Search engine optimization (SEO) started as a discipline of testing and iteration. Most of what was learned came from continuous cycles of trial and error. As the industry grew and matured, the recommendations and advice shared on message boards, forums and later blogs and conferences, congealed with public statements from Google and Bing’s webmaster ambassadors to form a broadly accepted set of “best practices.”
The process of trial and error and iteration too often gives way to blind acceptance of theories and theoretical statements as almost universal truths. Unfortunately, many of these axioms that sound more like bumper stickers than advanced marketing advice fail to consider the incredible nuance and complexity of today’s advanced search engine optimization campaigns.
In theory, migrating your site from HTTP to HTTPS should be a simple and straightforward process. Once the SSL is installed, you simply redirect users and search engines to the new secure URL and wait.
In reality, though, the process is much more complex and introduces a considerable amount of risk to your site’s current search engine visibility and traffic. At Perficient Digital, we’ve been involved with hundreds of HTTPS migrations in recent years and have seen reality jump up and bite this theory in some pretty creative ways.
The Digital Essentials, Part 3
Developing a robust digital strategy is both a challenge and an opportunity. Part 3 of the Digital Essentials guide series explores five of the essential technology-driven experiences customers expect, which you may be missing or not fully utilizing.
In theory, adding a site-wide redirect from your HTTP URLs to your new HTTPS URLs should be a safe and simple process. But if you already have a plethora of redirects in place, adding an extra layer may be the straw that breaks the camel’s (or search engine’s) back.
We recently encountered a situation where multiple site-wide redirects combined to create a multi-step process that some browsers refused to render. Rather than try to explain the intricate chain, I’ve diagramed it below with the previous redirects in red, and the new site-wide redirects in blue.
Theoretically, each of those redirects is a recommended best practice. In reality, a mistake in execution led to a convoluted mess, confusing users, breaking browsers, and befuddling the search engines.
30X Level Redirects
Google has gone on record multiple times claiming that, in theory, 300 level redirects (301, 302, 307) are eventually all treated the same and it doesn’t matter which you use. When asked which type of redirect is best for SEO, Google’s Gary Illyes once answered “Don’t worry about it. Just use whatever you want, use whatever makes sense for you.”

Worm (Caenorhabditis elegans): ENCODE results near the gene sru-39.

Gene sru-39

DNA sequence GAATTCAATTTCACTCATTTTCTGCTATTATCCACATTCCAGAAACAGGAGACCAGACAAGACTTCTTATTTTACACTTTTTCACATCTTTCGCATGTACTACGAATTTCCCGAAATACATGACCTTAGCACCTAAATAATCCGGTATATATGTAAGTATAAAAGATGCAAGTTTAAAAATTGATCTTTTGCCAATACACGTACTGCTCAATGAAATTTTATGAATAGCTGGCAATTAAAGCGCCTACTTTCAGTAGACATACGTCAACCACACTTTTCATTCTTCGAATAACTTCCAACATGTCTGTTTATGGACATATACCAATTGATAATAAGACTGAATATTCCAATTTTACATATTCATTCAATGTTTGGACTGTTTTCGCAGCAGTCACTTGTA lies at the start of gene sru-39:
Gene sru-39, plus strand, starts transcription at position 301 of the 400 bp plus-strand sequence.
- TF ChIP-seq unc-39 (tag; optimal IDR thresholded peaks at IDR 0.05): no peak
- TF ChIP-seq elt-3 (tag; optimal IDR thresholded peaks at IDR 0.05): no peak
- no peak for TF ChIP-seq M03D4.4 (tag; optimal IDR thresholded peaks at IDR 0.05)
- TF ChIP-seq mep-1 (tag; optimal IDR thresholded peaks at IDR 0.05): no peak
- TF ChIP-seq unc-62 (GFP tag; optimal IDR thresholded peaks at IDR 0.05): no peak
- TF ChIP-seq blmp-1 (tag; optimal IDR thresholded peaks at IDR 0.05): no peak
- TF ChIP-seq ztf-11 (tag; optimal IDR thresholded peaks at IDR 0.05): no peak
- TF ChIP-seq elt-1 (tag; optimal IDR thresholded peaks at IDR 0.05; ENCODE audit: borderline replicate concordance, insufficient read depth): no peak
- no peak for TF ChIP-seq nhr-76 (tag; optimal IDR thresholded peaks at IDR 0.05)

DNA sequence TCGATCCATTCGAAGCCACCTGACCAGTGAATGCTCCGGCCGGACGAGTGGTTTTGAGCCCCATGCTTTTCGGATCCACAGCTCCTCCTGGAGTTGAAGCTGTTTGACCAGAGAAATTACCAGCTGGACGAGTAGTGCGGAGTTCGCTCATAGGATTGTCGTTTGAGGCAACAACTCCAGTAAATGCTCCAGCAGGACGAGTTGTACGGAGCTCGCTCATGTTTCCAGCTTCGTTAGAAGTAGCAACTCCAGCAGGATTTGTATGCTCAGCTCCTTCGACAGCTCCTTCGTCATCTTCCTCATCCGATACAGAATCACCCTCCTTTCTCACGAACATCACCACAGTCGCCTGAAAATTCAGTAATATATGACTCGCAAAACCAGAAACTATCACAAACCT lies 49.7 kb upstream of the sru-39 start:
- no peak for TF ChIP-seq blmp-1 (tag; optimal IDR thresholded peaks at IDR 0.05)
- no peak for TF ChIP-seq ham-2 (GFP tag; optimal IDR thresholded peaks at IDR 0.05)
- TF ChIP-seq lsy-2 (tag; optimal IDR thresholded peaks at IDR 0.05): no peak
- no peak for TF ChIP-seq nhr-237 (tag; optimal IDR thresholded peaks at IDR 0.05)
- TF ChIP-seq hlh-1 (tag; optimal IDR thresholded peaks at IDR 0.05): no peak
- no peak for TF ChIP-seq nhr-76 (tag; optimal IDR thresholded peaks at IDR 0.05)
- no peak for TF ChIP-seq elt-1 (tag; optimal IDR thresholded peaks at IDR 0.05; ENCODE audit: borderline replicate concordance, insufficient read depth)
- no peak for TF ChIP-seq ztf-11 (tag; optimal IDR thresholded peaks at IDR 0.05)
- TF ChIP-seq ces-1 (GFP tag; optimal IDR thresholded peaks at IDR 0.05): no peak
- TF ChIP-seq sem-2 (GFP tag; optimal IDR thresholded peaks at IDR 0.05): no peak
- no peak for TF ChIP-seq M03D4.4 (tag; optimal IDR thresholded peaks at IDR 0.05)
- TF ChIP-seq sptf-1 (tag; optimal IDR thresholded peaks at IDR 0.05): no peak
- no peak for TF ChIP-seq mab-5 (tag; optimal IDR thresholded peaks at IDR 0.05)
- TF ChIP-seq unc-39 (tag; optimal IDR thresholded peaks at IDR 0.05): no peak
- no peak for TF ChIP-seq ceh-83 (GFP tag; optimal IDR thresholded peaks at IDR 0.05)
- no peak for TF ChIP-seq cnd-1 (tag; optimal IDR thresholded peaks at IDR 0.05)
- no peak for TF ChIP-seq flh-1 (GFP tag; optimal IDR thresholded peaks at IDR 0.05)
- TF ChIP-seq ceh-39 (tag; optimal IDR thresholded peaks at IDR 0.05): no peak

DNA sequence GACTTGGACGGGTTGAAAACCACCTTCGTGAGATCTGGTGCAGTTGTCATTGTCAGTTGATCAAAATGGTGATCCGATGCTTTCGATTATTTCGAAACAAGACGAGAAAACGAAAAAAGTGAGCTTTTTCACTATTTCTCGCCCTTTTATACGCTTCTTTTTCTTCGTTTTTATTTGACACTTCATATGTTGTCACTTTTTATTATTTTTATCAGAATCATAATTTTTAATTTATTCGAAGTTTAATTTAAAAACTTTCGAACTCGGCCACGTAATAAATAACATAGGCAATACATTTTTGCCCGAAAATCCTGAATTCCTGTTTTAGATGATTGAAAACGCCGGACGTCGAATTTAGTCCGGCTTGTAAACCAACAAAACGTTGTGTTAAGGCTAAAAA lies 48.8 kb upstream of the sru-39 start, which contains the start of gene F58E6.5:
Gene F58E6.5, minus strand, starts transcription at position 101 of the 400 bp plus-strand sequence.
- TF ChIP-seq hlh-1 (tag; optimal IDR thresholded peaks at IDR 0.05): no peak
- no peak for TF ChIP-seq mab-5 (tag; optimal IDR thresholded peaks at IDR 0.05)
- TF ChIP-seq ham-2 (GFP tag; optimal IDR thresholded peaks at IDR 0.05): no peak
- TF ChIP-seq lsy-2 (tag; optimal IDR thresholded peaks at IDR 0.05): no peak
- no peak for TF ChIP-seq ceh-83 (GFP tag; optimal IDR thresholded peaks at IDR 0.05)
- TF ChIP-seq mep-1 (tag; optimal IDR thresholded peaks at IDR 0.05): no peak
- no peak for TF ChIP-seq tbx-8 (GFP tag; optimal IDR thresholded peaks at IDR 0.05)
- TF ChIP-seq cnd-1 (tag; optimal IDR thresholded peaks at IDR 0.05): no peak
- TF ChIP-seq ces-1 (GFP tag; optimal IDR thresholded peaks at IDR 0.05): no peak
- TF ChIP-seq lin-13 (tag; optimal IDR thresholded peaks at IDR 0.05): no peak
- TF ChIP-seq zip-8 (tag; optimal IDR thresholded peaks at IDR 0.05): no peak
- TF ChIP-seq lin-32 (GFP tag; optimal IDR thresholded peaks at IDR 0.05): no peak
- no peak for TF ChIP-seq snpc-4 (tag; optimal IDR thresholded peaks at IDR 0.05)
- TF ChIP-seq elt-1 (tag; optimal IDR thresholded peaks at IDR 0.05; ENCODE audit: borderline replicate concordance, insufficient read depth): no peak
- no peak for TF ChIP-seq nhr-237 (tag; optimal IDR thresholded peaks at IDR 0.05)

While that might be true in theory or over an extended period of time, the reality is that it often matters quite a lot.
A month after a client’s platform migration, we noticed old URLs suddenly showing back up in the index causing significant ranking fluctuations. After investigating, we discovered a recent code deployment had changed all the 301 redirects put in place during the migration into 302 redirects. When the 301 redirects were restored, the old pages quickly dropped back out of the index.
While 30X level redirects may be treated the same over the long haul or in theory, the reality is 301 redirects remain the best option for timely search engine adoption of redirects.
“Build for Users”
Another popular axiom in the digital marketing space is to just “build for users.” This is a bit of a mantra for Google, showing up in their 10 Things We Know to be True and their SEO Starter Guide. In a 2016 chat, Google’s John Mueller responded to a question by saying “do what works best for the user, and search engines will generally figure it out from there too.”
Unfortunately, the world of digital marketing is rarely that simple.
Search engines do best with simple and straightforward site hierarchies and URL structures. Users, however, crave choices and control.
Shoppers browsing an eCommerce site, for example, need to filter, combine or customize the products they’re viewing. Faceted navigation or URL parameters can be a dream come true for users, but when applied to tens of thousands of products across hundreds of categories, it quickly becomes a tangled nightmare of conflicting signals for search engines to sort through and interpret.
SEO Requires Ingenuity
Phrases like “compromise” or “best available solution” and answers like “it depends” don’t make great bumper stickers, but SEO is rarely as simple or as clear-cut as theoretical answers or best practices make it seem. Successful SEO strategies require flexibility and ingenuity to find the ideal solutions for each site’s unique set of challenges, technical debt, and circumstances.
If you’d like to learn about a few more instances where SEO theories don’t live up to reality, check out my recent Pubcon Austin presentation on the topic below.